That blue-green scum that sometimes covers rivers and ponds in the summer months isn’t just ugly, it can be dangerous.

Fueled by nitrogen and phosphorous runoff from lawn fertilizer and sewage systems, cyanobacteria, also known as blue-green algae, appears in many Massachusetts water bodies in the summer, when the temperatures rise and the days are longest.

“It has become a common issue during the summer and early fall,” said Mike Celona, chief of the water toxics unit at the Massachusetts Department of Public Health. “There are approximately 20 cyanobacteria blooms at recreational water bodies in Massachusetts each year.”

As of Aug. 9, the DPH issued cyanobacteria advisories for nine bodies of water, cautioning the public that exposure to the toxic algae can cause conditions ranging from skin irritation to gastrointestinal illness. The advisories discourage swimming and other activities, such as kayaking, that could cause a person’s skin to come in contact with the water, even through incidental splashing.

 

“Our advice is to limit all water contact,” Celona said. “Health concerns from harmful algae blooms and their toxins vary depending on the type of exposure and the amounts and types of toxin present. Direct contact with algae can cause skin and eye irritation, and ingesting or inhaling small amounts are most likely to cause gastrointestinal symptoms. Animals, especially dogs, can get very ill from drinking water with algae or licking it off their body.”

Persistent skin rashes, eye irritation or gastrointestinal illness may require medical attention.

The cyanobacteria advisories, as of Aug. 9, cover the lower basin of the Charles River in Cambridge and Boston, Martin Pond in North Reading, Oldham Pond in Pembroke, Savery Pond in Plymouth, Schoolhouse Pond in Barnstable, Wampatuck Pond in Hanson, Hummock Pond in Nantucket, Lake Slog in Holland and Tully Lake in Athol and Royalston.

Julie Wood, director of projects for the Charles River Watershed Association, said the cyanobacteria blooms seem to have become more frequent on the Charles over the past decade. Before 2006, she said, they were less common. Since then, they’ve appeared nearly every summer.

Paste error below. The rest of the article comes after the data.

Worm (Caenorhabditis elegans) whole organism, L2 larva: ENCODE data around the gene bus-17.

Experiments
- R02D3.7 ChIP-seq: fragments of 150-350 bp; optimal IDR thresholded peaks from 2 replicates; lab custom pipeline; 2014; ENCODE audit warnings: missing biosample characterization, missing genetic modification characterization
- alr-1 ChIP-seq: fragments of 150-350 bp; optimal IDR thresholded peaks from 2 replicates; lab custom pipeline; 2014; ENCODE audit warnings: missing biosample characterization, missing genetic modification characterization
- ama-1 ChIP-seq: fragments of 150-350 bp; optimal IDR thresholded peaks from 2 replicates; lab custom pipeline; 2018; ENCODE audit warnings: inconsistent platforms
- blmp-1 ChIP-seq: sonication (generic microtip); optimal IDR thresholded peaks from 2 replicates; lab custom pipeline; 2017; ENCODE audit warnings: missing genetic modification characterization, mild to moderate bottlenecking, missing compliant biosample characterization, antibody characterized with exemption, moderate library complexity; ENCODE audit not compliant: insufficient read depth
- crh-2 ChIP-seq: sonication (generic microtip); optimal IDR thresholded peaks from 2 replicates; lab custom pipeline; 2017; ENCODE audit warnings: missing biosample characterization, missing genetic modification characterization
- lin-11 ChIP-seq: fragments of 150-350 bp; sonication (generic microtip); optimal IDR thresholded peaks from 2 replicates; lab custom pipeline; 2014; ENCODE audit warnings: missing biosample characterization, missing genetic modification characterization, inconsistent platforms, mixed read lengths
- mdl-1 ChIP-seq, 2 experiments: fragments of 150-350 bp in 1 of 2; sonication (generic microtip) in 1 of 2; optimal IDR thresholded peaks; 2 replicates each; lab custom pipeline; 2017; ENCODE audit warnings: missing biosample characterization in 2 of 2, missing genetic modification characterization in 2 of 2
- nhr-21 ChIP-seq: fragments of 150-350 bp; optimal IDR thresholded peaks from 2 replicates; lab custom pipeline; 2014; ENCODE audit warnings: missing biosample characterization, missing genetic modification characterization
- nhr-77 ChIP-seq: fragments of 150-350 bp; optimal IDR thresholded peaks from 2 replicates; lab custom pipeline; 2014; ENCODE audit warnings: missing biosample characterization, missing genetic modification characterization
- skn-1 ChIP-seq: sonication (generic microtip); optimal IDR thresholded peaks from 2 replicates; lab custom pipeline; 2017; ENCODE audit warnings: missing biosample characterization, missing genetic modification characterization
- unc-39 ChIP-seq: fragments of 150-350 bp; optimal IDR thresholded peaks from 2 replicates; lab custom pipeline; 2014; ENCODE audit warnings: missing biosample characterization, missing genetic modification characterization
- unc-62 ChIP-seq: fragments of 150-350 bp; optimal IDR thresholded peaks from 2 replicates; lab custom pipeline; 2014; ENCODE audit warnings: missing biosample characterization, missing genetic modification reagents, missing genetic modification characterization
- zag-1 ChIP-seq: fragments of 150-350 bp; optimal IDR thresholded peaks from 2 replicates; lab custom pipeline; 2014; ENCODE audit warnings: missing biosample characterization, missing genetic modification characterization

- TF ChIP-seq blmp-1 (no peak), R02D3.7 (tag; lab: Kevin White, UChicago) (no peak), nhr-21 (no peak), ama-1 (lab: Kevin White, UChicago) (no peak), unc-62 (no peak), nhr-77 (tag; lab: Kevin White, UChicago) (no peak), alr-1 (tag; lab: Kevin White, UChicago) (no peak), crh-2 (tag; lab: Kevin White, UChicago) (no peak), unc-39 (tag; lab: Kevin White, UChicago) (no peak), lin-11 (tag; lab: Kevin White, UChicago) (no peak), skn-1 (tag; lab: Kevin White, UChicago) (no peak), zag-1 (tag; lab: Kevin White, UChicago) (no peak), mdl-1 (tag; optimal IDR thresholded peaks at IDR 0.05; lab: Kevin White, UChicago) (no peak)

“It’s pretty startling,” she said.

Wood advocates for taking steps to control stormwater runoff, including using unpaved barriers to help filter phosphorous and nitrogen.

“The best thing you can do is use nature,” she said. “One piece of that is as simple as getting rain water into the ground, and filter it through the ground. But we’ve paved everything and built on everything.”

While exposure to the algae can cause health issues for people and pets, cyanobacteria can also harm the ecological health of a water body. At the surface, it can block sunlight. It also consumes oxygen in the water, sometimes creating dead zones.

Rob Moir, executive director of the Cambridge-based Ocean River Institute, recalled an incident in Falmouth several years ago, when 15 striped bass and a horseshoe crab washed ashore dead near an algae bloom in a saltwater inlet known as Little Pond.

Since then, he said, the town has enacted measures to reduce the amount of nitrogen and phosphorous entering the water. A municipal ordinance in Falmouth, for example, limits the yearly use of lawn fertilizer to one pound per 1,000 square feet of lawn.

“When the algae blooms, it eats up all the oxygen,” Moir said. “Fish swim into that dead zone and roll up dead and wash up onto the shore.”

Pine DuBois, executive director of Jones River Watershed Association in Kingston, home to Silver Lake, described other man-made factors that can contribute to the spread of cyanobacteria.

After Brockton began drawing its water supply from Silver Lake decades ago, planners diverted water from nearby Monponsett Pond to replenish the lake. In the 1960s, DuBois said, they built dams on Monponsett Pond to keep its level high.

“That’s caused more nutrients from lawns and septic systems to go into Monponsett Pond, in addition to runoff from cranberry bogs,” DuBois said.

It’s been a challenge, she said, to manage algae blooms in Monponsett Pond and keep the cyanobacteria from being diverted into Silver Lake. In recent years, Monponsett Pond has been treated with an aluminum compound that causes the algae to sink to the bottom, DuBois said. She opposes that technique, saying it only offers a short-term fix.

“Monponsett Pond has been chronically afflicted with cyanobacteria,” DuBois said.

The DPH does not actively test for cyanobacteria, but will test if it receives reports or photographs indicating a body of water may be experiencing an algae bloom.

“What can we do about it?” Wood pondered. “One of the biggest things is controlling stormwater runoff.”